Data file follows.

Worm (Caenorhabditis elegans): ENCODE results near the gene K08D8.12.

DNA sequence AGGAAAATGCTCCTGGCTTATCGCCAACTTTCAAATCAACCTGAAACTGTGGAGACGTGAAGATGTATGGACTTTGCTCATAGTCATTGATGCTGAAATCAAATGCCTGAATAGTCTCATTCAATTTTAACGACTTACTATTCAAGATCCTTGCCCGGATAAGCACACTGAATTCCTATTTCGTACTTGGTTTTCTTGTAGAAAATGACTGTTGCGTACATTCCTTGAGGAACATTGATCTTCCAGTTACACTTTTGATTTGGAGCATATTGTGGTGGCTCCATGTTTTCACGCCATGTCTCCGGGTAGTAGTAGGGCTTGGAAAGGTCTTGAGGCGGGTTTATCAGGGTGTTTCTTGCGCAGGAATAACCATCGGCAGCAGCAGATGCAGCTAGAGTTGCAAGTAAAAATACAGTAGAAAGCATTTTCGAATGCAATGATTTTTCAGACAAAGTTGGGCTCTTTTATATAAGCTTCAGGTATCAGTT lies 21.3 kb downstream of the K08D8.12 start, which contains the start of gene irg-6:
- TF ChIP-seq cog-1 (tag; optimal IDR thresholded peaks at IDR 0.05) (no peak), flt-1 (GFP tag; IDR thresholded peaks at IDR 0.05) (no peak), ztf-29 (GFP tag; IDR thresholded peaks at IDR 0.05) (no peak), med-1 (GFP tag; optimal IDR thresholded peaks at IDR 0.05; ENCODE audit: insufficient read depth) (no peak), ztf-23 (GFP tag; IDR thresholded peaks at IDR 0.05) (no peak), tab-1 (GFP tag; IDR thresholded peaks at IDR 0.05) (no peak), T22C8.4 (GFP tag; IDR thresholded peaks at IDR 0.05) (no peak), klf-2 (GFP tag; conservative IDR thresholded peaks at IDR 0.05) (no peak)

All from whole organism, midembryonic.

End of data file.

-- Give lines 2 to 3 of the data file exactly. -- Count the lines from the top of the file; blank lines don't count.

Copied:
DNA sequence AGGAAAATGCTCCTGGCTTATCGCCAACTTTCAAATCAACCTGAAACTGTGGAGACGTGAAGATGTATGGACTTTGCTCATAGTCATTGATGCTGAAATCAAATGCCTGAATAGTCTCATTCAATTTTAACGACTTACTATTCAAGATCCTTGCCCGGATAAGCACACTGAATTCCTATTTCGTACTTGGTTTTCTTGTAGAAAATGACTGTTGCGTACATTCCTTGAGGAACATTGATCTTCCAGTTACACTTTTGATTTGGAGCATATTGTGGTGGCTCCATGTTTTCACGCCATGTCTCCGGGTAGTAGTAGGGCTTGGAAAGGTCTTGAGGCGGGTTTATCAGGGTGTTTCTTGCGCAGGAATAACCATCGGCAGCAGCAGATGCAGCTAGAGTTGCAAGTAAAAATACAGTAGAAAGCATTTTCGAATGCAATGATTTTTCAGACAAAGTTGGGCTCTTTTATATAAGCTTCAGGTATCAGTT lies 21.3 kb downstream of the K08D8.12 start, which contains the start of gene irg-6:
- TF ChIP-seq cog-1 (tag; optimal IDR thresholded peaks at IDR 0.05) (no peak), flt-1 (GFP tag; IDR thresholded peaks at IDR 0.05) (no peak), ztf-29 (GFP tag; IDR thresholded peaks at IDR 0.05) (no peak), med-1 (GFP tag; optimal IDR thresholded peaks at IDR 0.05; ENCODE audit: insufficient read depth) (no peak), ztf-23 (GFP tag; IDR thresholded peaks at IDR 0.05) (no peak), tab-1 (GFP tag; IDR thresholded peaks at IDR 0.05) (no peak), T22C8.4 (GFP tag; IDR thresholded peaks at IDR 0.05) (no peak), klf-2 (GFP tag; conservative IDR thresholded peaks at IDR 0.05) (no peak)